According to the Insurance Research Council, around 1 in 8 drivers on the road are uninsured nationwide. This means that, if you get into an accident with another driver, they may not have the necessary coverage to pay for your medical bills or damage to your car. UM/UIM covers damage to your car and any potential medical costs.
Of course, assuming you have health insurance, your doctors’ bills will already be covered. But UM and UIM policies can still pick up out-of-pocket costs like your deductible and any copays. It also covers medical bills for any of your passengers, and lost wages.
Because UM and UIM coverage is relatively affordable, with an average cost of around $4 to $6 a month, Sansone recommends carrying enough to match the bodily injury limits of your liability insurance.
At the same time, if you have collision insurance (more on this below) and a low deductible on your health insurance plan, this insurance could be largely redundant—and you may well be safe with your state’s minimum.
How much PIP insurance do I need?
Also referred to as no-fault insurance, PIP covers your medical bills after an accident, as well as those of any passengers, regardless of who is at fault. It also covers expenses like lost wages.
PIP, or personal injury protection, isn’t available in all states, and only a few states require it.
Minimum coverage amounts vary by state. For example, New York requires that drivers carry $50,000 in PIP insurance per person, while Massachusetts requires only $8,000 per person.
- How much to get: Enough to cover your health insurance deductible
- Considering cutting costs if: You’re comfortable paying your health insurance deductible
There are a lot of variables that determine how much PIP costs, with typical costs ranging from $8 to $33 per month. If you don’t have health insurance, carrying PIP may be critical.
Even if you do, PIP may help fill in gaps such as paying your deductible and medical bills for any passengers. But if you have health insurance and are looking to lower your auto costs, this type of insurance is probably safe to skip.
How much collision insurance coverage do I need?
Collision coverage covers damage to your own vehicle in the event of an accident. This can include damage sustained in a crash with another vehicle, including hit and runs, or an object like a tree or guard rail.
Collision coverage—which is optional if you fully own your car, but usually required if you lease or have a car loan—costs an average of $25 a month, according to the Insurance Information Institute, a trade group. The coverage limit is typically the cash value of your car, and drivers must choose a deductible. The average is about $500.
- How much to get: The cash value of your car
- Considering cutting costs if: Your vehicle is worth less than 10 times the insurance premium
This type of insurance makes the most sense if you have a new car, or if you’d have a hard time paying for a big repair out of pocket.
One way to save on collision coverage is to raise your deductible, which can dramatically reduce your monthly bill, while still protecting you in the case of a serious accident. For example, according to Progressive, a $100 deductible costs an average of $70 a month. But for drivers willing to risk raising that to $2,000, the average monthly premium drops all the way to $22.50.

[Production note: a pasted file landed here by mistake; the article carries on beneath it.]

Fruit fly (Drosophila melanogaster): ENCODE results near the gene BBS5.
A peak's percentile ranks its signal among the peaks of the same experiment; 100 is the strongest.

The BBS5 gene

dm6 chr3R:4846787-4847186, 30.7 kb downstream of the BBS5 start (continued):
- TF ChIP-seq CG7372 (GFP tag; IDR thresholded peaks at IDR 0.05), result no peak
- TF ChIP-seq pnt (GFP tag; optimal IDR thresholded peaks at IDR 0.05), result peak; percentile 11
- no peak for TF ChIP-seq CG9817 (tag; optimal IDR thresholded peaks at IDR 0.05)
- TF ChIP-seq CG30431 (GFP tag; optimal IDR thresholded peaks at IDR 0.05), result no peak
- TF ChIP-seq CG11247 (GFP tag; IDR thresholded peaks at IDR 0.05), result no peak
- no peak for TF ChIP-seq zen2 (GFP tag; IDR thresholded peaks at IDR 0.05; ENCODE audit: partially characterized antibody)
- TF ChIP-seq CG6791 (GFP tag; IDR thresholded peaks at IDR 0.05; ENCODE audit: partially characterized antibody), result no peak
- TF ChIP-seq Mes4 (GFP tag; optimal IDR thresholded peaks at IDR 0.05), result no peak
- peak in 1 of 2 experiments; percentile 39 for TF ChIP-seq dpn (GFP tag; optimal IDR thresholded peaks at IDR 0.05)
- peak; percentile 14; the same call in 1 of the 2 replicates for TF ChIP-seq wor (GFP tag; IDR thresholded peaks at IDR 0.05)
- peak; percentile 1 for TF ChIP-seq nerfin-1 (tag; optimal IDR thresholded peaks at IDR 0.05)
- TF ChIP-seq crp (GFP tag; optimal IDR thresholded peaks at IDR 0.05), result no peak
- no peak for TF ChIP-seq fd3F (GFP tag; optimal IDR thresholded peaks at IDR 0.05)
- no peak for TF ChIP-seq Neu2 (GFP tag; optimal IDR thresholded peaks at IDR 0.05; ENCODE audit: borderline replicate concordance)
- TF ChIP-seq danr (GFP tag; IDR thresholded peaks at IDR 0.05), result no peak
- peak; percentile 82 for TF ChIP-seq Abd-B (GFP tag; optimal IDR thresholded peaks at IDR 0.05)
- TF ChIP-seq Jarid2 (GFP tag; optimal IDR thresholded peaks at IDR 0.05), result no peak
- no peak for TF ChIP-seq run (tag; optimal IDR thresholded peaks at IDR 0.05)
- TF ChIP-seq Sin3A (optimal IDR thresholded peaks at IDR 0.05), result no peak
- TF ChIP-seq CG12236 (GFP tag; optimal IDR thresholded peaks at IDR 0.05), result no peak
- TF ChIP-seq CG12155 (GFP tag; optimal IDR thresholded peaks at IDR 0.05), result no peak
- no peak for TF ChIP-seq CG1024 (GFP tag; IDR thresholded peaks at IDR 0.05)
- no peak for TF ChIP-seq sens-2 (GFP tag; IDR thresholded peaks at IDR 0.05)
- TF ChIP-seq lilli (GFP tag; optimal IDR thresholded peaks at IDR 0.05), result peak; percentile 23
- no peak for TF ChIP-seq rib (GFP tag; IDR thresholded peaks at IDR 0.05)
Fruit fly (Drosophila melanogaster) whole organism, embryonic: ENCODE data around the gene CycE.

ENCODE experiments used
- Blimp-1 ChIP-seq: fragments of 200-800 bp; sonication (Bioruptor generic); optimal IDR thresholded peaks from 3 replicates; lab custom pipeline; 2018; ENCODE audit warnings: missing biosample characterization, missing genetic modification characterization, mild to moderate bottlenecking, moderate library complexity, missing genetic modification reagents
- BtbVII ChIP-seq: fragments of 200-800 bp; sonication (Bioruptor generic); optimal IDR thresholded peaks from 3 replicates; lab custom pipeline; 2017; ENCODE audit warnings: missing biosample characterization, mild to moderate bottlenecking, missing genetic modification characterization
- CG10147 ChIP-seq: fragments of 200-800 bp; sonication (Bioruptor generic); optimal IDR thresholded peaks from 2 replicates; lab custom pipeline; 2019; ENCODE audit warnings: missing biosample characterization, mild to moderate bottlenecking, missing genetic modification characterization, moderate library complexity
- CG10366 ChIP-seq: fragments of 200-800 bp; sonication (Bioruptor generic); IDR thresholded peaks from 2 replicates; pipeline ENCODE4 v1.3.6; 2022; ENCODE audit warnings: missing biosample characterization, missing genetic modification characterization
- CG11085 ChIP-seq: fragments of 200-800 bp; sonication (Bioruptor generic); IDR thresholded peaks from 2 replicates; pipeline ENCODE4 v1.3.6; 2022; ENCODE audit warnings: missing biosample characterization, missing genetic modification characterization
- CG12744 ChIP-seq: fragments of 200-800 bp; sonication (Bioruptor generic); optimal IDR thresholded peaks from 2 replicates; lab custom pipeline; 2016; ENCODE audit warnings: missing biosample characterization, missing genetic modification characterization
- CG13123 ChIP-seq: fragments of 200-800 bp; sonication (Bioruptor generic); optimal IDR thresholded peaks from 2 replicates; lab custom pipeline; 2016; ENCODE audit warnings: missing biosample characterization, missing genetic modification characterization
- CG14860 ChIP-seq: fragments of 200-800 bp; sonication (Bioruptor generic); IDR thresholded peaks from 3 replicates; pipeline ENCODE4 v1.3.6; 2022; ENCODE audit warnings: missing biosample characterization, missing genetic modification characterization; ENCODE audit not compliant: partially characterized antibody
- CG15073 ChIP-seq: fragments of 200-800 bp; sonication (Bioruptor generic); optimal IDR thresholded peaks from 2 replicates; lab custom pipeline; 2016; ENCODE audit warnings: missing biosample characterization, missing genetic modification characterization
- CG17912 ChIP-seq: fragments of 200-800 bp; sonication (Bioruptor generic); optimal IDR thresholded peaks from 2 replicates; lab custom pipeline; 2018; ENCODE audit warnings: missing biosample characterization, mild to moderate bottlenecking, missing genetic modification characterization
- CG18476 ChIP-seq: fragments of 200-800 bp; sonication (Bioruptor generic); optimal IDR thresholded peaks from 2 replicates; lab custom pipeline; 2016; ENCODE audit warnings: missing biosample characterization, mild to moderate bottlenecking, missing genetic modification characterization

If your car is older, so that it’s not worth much on the resale market—and if you can commit to paying out of pocket for any repairs—it may make sense to skip collision coverage altogether.
How to tell? An industry rule of thumb says that if your car is worth less than 10 times your annual collision insurance premium, it may no longer be worth it, according to Mark Friedlander, spokesman for the Insurance Information Institute, a trade group.
How much comprehensive insurance coverage do I need?
Comprehensive covers damage to your vehicle from theft, natural disaster, or other causes not covered by collision insurance. For example, it might cover repairs if someone steals your catalytic converter, or if a tree branch falls on your car.
Like collision, comprehensive is typically required if your car is leased or financed, but otherwise almost always optional. It typically costs about $14 a month, according to the National Association of Insurance Commissioners.
Also just like collision insurance, the coverage limit for comprehensive insurance is typically the cash value of your car. Drivers must choose a deductible when purchasing this type of coverage. The average deductible is around $500.
- How much to get: The cash value of your car
- Considering cutting costs if: You have an older, less valuable car
The value proposition for comprehensive coverage is much the same as it is for collision, according to experts.
Your vehicle likely doesn’t need collision coverage if “you can replace it without putting a substantial dent in your budget,” suggests Paul Moss, founder of auto insurance comparison tool HeyDriver!
The advice, recommendations or rankings expressed in this article are those of the Buy Side from WSJ editorial team, and have not been reviewed or endorsed by our commercial partners.